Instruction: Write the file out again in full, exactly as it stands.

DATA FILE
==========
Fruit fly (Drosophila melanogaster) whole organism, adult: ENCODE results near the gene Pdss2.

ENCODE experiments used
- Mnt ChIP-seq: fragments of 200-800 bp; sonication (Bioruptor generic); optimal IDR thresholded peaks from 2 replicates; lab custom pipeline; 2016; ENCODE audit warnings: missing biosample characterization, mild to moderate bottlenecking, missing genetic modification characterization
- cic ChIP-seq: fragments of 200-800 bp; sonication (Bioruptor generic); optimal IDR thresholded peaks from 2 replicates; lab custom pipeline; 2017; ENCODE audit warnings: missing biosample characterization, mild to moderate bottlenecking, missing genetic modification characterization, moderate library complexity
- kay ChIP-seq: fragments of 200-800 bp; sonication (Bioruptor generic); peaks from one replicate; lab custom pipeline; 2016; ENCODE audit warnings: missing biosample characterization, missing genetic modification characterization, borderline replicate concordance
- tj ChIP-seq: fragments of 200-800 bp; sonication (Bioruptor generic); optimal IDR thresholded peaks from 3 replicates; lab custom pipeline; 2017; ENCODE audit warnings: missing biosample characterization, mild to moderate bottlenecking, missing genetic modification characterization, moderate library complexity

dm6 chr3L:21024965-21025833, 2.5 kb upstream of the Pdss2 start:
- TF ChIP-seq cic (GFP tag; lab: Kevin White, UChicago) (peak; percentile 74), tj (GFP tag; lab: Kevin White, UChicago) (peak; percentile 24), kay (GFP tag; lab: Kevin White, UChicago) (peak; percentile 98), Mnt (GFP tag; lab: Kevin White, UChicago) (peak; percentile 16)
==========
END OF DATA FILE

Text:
Fruit fly (Drosophila melanogaster) whole organism, adult: ENCODE results near the gene Pdss2.

ENCODE experiments used
- Mnt ChIP-seq: fragments of 200-800 bp; sonication (Bioruptor generic); optimal IDR thresholded peaks from 2 replicates; lab custom pipeline; 2016; ENCODE audit warnings: missing biosample characterization, mild to moderate bottlenecking, missing genetic modification characterization
- cic ChIP-seq: fragments of 200-800 bp; sonication (Bioruptor generic); optimal IDR thresholded peaks from 2 replicates; lab custom pipeline; 2017; ENCODE audit warnings: missing biosample characterization, mild to moderate bottlenecking, missing genetic modification characterization, moderate library complexity
- kay ChIP-seq: fragments of 200-800 bp; sonication (Bioruptor generic); peaks from one replicate; lab custom pipeline; 2016; ENCODE audit warnings: missing biosample characterization, missing genetic modification characterization, borderline replicate concordance
- tj ChIP-seq: fragments of 200-800 bp; sonication (Bioruptor generic); optimal IDR thresholded peaks from 3 replicates; lab custom pipeline; 2017; ENCODE audit warnings: missing biosample characterization, mild to moderate bottlenecking, missing genetic modification characterization, moderate library complexity

dm6 chr3L:21024965-21025833, 2.5 kb upstream of the Pdss2 start:
- TF ChIP-seq cic (GFP tag; lab: Kevin White, UChicago) (peak; percentile 74), tj (GFP tag; lab: Kevin White, UChicago) (peak; percentile 24), kay (GFP tag; lab: Kevin White, UChicago) (peak; percentile 98), Mnt (GFP tag; lab: Kevin White, UChicago) (peak; percentile 16)